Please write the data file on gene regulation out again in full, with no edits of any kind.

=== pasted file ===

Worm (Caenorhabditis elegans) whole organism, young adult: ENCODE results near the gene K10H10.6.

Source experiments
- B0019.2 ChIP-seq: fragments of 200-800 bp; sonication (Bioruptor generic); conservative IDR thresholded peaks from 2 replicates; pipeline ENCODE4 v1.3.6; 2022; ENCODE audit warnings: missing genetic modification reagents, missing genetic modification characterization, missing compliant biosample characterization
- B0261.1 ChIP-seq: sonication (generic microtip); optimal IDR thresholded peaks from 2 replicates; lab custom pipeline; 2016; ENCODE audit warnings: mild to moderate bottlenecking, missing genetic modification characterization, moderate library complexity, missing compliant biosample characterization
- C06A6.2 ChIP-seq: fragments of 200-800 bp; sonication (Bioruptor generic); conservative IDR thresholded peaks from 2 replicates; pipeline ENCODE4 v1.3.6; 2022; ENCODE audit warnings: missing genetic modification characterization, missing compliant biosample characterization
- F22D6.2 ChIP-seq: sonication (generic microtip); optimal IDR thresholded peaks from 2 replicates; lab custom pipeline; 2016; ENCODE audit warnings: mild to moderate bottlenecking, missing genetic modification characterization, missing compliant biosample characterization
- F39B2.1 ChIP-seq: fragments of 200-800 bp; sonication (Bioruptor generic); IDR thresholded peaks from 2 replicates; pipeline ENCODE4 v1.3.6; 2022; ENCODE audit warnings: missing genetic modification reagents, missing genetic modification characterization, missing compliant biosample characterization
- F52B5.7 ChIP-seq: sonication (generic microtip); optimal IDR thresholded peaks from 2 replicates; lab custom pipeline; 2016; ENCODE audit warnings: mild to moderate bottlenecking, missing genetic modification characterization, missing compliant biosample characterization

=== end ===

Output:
Worm (Caenorhabditis elegans) whole organism, young adult: ENCODE results near the gene K10H10.6.

Source experiments
- B0019.2 ChIP-seq: fragments of 200-800 bp; sonication (Bioruptor generic); conservative IDR thresholded peaks from 2 replicates; pipeline ENCODE4 v1.3.6; 2022; ENCODE audit warnings: missing genetic modification reagents, missing genetic modification characterization, missing compliant biosample characterization
- B0261.1 ChIP-seq: sonication (generic microtip); optimal IDR thresholded peaks from 2 replicates; lab custom pipeline; 2016; ENCODE audit warnings: mild to moderate bottlenecking, missing genetic modification characterization, moderate library complexity, missing compliant biosample characterization
- C06A6.2 ChIP-seq: fragments of 200-800 bp; sonication (Bioruptor generic); conservative IDR thresholded peaks from 2 replicates; pipeline ENCODE4 v1.3.6; 2022; ENCODE audit warnings: missing genetic modification characterization, missing compliant biosample characterization
- F22D6.2 ChIP-seq: sonication (generic microtip); optimal IDR thresholded peaks from 2 replicates; lab custom pipeline; 2016; ENCODE audit warnings: mild to moderate bottlenecking, missing genetic modification characterization, missing compliant biosample characterization
- F39B2.1 ChIP-seq: fragments of 200-800 bp; sonication (Bioruptor generic); IDR thresholded peaks from 2 replicates; pipeline ENCODE4 v1.3.6; 2022; ENCODE audit warnings: missing genetic modification reagents, missing genetic modification characterization, missing compliant biosample characterization
- F52B5.7 ChIP-seq: sonication (generic microtip); optimal IDR thresholded peaks from 2 replicates; lab custom pipeline; 2016; ENCODE audit warnings: mild to moderate bottlenecking, missing genetic modification characterization, missing compliant biosample characterization